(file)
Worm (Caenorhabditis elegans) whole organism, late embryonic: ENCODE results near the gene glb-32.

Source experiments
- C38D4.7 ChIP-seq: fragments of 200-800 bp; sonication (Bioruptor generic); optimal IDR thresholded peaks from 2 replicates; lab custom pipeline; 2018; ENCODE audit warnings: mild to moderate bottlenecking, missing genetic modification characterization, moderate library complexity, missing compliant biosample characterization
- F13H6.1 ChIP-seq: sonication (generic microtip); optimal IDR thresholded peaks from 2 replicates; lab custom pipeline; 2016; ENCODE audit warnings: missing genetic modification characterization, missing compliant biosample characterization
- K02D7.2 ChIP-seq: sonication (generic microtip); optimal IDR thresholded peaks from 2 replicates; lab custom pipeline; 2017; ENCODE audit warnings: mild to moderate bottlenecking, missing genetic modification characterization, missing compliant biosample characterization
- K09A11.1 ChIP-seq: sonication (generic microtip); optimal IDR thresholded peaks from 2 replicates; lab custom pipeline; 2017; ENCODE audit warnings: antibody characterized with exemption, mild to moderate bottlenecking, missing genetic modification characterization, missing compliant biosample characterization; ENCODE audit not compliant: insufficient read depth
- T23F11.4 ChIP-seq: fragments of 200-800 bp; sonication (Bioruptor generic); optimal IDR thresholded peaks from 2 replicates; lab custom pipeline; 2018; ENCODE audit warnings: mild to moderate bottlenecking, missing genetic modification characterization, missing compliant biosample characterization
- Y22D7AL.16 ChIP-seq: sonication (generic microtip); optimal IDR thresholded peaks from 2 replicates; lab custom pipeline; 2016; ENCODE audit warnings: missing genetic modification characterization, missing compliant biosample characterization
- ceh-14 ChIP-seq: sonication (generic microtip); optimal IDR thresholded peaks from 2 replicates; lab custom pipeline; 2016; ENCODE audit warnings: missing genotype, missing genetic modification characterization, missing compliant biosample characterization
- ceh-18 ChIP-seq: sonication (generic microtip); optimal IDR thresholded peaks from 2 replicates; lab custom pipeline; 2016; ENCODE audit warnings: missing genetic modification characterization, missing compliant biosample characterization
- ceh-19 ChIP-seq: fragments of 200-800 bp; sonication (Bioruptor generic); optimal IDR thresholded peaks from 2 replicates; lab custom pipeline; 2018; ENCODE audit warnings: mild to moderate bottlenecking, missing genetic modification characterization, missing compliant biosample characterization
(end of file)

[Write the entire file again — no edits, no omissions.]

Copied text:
Worm (Caenorhabditis elegans) whole organism, late embryonic: ENCODE results near the gene glb-32.

Source experiments
- C38D4.7 ChIP-seq: fragments of 200-800 bp; sonication (Bioruptor generic); optimal IDR thresholded peaks from 2 replicates; lab custom pipeline; 2018; ENCODE audit warnings: mild to moderate bottlenecking, missing genetic modification characterization, moderate library complexity, missing compliant biosample characterization
- F13H6.1 ChIP-seq: sonication (generic microtip); optimal IDR thresholded peaks from 2 replicates; lab custom pipeline; 2016; ENCODE audit warnings: missing genetic modification characterization, missing compliant biosample characterization
- K02D7.2 ChIP-seq: sonication (generic microtip); optimal IDR thresholded peaks from 2 replicates; lab custom pipeline; 2017; ENCODE audit warnings: mild to moderate bottlenecking, missing genetic modification characterization, missing compliant biosample characterization
- K09A11.1 ChIP-seq: sonication (generic microtip); optimal IDR thresholded peaks from 2 replicates; lab custom pipeline; 2017; ENCODE audit warnings: antibody characterized with exemption, mild to moderate bottlenecking, missing genetic modification characterization, missing compliant biosample characterization; ENCODE audit not compliant: insufficient read depth
- T23F11.4 ChIP-seq: fragments of 200-800 bp; sonication (Bioruptor generic); optimal IDR thresholded peaks from 2 replicates; lab custom pipeline; 2018; ENCODE audit warnings: mild to moderate bottlenecking, missing genetic modification characterization, missing compliant biosample characterization
- Y22D7AL.16 ChIP-seq: sonication (generic microtip); optimal IDR thresholded peaks from 2 replicates; lab custom pipeline; 2016; ENCODE audit warnings: missing genetic modification characterization, missing compliant biosample characterization
- ceh-14 ChIP-seq: sonication (generic microtip); optimal IDR thresholded peaks from 2 replicates; lab custom pipeline; 2016; ENCODE audit warnings: missing genotype, missing genetic modification characterization, missing compliant biosample characterization
- ceh-18 ChIP-seq: sonication (generic microtip); optimal IDR thresholded peaks from 2 replicates; lab custom pipeline; 2016; ENCODE audit warnings: missing genetic modification characterization, missing compliant biosample characterization
- ceh-19 ChIP-seq: fragments of 200-800 bp; sonication (Bioruptor generic); optimal IDR thresholded peaks from 2 replicates; lab custom pipeline; 2018; ENCODE audit warnings: mild to moderate bottlenecking, missing genetic modification characterization, missing compliant biosample characterization